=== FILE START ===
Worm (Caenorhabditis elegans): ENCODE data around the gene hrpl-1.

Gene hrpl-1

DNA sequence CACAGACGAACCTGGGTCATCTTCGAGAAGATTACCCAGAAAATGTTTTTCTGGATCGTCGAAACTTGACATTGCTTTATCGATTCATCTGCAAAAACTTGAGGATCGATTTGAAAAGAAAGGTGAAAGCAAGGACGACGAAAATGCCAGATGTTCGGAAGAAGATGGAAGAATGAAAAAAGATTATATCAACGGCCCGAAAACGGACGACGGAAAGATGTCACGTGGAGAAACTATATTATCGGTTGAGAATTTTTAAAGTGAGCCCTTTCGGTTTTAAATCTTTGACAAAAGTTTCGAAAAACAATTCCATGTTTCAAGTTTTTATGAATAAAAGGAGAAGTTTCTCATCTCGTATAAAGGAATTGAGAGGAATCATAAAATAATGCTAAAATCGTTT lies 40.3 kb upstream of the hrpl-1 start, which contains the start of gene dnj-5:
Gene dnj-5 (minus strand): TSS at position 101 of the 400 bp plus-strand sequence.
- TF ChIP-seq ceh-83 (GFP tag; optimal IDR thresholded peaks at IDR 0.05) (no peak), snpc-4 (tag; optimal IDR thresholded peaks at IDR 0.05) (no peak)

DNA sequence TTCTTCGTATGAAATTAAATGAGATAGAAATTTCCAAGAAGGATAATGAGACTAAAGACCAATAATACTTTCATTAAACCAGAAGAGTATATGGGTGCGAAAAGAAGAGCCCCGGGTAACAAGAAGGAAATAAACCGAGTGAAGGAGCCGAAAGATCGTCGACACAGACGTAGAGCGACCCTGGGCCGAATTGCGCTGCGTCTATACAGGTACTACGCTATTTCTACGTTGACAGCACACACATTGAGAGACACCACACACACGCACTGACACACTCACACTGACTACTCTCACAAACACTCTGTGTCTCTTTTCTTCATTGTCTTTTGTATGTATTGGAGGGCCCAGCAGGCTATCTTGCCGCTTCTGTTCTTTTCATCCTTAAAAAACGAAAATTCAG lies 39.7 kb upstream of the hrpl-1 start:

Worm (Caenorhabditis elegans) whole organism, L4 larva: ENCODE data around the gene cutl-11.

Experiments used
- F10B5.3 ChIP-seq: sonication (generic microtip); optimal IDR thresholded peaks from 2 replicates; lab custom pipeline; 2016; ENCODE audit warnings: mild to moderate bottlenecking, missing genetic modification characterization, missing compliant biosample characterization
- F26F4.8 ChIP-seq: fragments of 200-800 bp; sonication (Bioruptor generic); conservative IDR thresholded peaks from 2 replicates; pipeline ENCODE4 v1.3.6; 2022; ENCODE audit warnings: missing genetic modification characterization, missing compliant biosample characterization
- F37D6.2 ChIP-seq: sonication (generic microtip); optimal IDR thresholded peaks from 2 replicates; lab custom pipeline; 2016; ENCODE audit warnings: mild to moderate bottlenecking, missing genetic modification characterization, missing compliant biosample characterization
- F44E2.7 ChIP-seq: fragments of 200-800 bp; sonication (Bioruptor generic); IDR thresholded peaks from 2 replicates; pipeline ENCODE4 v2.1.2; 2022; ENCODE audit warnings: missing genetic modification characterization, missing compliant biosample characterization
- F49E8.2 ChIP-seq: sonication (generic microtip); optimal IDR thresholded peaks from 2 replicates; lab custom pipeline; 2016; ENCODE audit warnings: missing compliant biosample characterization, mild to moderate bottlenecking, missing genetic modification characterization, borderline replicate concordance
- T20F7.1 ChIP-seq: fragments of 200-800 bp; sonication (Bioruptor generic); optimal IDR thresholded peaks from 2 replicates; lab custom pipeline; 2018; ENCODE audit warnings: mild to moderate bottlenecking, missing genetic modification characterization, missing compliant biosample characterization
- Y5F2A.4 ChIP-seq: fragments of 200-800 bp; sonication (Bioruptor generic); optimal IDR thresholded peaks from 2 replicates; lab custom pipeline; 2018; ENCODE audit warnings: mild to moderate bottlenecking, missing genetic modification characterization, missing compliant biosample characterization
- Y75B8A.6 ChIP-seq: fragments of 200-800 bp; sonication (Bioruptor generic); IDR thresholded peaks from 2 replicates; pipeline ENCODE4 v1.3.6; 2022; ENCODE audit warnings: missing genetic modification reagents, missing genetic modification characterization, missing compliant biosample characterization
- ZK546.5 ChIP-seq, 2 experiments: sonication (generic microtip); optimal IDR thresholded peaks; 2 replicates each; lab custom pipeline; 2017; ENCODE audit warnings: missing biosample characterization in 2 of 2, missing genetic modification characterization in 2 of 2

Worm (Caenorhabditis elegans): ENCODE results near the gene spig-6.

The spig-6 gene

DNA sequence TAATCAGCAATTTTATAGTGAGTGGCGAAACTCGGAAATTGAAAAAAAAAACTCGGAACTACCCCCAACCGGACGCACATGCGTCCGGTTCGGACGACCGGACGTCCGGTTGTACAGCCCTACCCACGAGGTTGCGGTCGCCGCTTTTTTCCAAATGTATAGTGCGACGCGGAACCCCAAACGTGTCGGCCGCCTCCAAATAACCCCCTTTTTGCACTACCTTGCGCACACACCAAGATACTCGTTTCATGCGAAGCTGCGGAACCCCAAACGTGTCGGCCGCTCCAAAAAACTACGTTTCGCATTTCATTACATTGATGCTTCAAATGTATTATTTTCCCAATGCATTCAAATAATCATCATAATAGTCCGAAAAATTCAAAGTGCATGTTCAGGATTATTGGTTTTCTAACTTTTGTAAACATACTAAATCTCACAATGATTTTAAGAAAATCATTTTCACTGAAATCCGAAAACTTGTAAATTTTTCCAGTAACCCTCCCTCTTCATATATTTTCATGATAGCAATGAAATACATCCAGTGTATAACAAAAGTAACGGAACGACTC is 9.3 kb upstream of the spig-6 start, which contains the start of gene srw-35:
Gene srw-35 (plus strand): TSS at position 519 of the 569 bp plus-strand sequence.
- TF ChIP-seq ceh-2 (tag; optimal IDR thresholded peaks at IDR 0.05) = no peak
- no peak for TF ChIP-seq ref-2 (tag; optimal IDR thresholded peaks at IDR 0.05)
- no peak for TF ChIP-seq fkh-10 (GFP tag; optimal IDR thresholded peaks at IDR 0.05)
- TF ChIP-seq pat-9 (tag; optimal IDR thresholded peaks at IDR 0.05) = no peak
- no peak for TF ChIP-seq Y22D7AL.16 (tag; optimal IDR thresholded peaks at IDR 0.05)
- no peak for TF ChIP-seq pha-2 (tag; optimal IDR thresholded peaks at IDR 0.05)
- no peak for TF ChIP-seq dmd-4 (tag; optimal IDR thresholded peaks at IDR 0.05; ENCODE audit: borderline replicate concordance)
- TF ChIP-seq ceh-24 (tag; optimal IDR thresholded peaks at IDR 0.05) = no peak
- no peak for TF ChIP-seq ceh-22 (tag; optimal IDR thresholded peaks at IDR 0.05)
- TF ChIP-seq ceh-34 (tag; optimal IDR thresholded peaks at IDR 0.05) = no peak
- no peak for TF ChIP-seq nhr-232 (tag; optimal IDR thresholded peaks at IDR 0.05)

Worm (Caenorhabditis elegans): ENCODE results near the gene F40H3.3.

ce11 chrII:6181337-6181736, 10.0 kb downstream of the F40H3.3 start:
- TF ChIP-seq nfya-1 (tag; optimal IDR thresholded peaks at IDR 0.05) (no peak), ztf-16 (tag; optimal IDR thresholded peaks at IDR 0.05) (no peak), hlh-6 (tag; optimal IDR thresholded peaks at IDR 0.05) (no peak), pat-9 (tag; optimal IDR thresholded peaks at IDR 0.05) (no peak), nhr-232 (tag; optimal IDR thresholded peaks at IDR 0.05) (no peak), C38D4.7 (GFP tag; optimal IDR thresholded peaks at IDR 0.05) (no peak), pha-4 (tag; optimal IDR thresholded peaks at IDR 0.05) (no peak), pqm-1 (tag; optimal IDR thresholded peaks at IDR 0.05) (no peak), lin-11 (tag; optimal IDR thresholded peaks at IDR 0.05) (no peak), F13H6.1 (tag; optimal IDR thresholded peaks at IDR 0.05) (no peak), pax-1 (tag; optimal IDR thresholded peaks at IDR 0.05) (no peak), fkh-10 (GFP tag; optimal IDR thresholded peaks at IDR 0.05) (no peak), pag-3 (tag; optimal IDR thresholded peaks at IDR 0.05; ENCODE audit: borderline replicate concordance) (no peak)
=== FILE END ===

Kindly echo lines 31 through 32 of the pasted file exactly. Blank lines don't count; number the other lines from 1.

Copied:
- TF ChIP-seq ceh-34 (tag; optimal IDR thresholded peaks at IDR 0.05) = no peak
- no peak for TF ChIP-seq nhr-232 (tag; optimal IDR thresholded peaks at IDR 0.05)